Re: Debian Live USB fails; bricks the USB stick
- Date: Wed, 08 Nov 2017 09:41:33 +0100
- From: "Thomas Schmitt" <scdbackup@xxxxxxx>
- Subject: Re: Debian Live USB fails; bricks the USB stick
Felix Miata wrote:
> Don't we know it was a GPT disk to start with? If no iso ever got a chance to
> finish writing all the way out to end of disk, the backup/reserve/secondary
> partitioning at end of disk would still report a "filesystem" exists,
The backup GPT of the old stick content could indeed have the read-only
bit set in the flags word of the partition entry.
But that backup would first have to be activated by moving it to the
normal position of the GPT near the start of the drive.
In general the partition table should not keep dd from writing to the
device file of the whole drive.
Further it was possible to put the ISO onto the stick by help of dd,
when the main GPT would have been still present and valid.
> Also, why are this/these stick(s) getting flip-flopped between sdd and sdc?
That's because Kent plugged them in at the same time, i guess.
sdc is the clearly ill one, sdd is the one which is at least readable.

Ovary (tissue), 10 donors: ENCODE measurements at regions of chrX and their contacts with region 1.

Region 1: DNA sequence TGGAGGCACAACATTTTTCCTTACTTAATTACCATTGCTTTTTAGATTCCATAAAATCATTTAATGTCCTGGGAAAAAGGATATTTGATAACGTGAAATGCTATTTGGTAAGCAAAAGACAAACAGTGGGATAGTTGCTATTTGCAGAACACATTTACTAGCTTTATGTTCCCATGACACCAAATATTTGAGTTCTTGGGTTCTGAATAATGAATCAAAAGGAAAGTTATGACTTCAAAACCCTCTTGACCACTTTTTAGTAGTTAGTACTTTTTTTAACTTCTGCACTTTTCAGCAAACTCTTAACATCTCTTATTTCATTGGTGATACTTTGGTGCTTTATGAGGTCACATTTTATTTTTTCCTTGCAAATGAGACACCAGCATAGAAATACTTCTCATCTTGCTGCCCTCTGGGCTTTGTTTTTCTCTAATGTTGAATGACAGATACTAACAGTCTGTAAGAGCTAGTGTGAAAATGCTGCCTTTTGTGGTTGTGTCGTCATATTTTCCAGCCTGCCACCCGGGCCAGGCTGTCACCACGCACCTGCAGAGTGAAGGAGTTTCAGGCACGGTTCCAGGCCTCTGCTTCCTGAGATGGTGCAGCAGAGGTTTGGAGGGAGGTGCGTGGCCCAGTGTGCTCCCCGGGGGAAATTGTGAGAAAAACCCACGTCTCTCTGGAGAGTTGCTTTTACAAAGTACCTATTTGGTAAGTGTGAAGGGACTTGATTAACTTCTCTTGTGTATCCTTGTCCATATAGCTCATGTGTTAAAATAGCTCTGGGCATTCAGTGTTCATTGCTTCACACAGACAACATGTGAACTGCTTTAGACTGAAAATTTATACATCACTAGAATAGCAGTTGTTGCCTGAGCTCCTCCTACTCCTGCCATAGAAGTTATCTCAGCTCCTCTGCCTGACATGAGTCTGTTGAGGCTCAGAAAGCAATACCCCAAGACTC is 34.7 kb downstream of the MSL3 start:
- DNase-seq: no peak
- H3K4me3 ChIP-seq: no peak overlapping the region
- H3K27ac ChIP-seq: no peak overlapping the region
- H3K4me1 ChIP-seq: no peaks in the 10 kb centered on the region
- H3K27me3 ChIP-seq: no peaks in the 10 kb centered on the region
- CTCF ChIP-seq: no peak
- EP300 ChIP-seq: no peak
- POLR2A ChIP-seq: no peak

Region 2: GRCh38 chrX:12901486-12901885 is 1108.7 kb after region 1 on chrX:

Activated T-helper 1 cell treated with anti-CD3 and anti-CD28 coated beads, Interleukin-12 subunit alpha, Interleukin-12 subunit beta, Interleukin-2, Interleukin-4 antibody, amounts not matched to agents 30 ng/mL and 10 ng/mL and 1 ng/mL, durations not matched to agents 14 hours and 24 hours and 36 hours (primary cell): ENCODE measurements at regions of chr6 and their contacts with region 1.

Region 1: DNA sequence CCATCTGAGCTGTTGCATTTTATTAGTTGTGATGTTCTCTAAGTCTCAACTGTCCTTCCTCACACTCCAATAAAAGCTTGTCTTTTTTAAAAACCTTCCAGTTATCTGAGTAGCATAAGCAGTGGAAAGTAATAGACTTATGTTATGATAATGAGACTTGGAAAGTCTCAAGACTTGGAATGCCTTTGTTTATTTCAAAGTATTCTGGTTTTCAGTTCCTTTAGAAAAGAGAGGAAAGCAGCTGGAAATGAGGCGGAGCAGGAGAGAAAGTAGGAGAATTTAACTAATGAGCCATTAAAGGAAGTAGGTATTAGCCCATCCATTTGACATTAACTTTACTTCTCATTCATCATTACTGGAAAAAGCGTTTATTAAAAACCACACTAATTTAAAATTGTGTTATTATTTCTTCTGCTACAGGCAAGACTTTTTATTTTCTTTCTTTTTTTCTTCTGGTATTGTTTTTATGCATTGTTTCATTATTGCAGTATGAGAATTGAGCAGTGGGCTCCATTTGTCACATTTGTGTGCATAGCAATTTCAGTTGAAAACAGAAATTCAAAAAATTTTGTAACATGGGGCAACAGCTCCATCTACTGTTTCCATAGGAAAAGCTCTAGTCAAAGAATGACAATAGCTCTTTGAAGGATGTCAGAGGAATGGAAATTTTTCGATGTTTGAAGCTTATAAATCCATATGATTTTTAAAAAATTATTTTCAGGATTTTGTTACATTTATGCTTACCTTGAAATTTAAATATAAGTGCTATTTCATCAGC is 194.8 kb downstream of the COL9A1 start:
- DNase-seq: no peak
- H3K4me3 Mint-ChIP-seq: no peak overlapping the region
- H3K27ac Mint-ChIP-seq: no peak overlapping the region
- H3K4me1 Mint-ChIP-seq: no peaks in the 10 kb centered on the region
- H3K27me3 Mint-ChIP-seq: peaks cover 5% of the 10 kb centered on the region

Kent West wrote:
> > > dd: failed to open '/dev/sdd': Read-only file system
> > Why does dd talk of filesystems ?
Henrique de Moraes Holschuh wrote:
> Because the only error number usable for "this thing is read-only" in
> POSIX is EROFS, so that's what a read-only block device reports.
> Anyway, if this is a pendrive or some other flash-based media, it most
> often means it is in the fail-safe last-resort mode (switched to
> read-only access so that you can try to salvage some data off it).
Valid theory. One can read this in the web about SanDisk devices.
But i am reluctant to declare two out of two USB sticks ill.
For now i still deem it possible that something like udev decided to
block access because of the data it saw on the device.
The decisive experiments would be to try writing to the sdd stick on
some other operating system with very different software between kernel
and userland. (Best would be an old GNU/Linux without any systemd/udev.)
Although i really do not believe in the theory that the ISO can kill
the USB stick, i leave the decision to Kent whether he wants to risk
a third stick (preferrably a young one) for experiments.
Have a nice day :)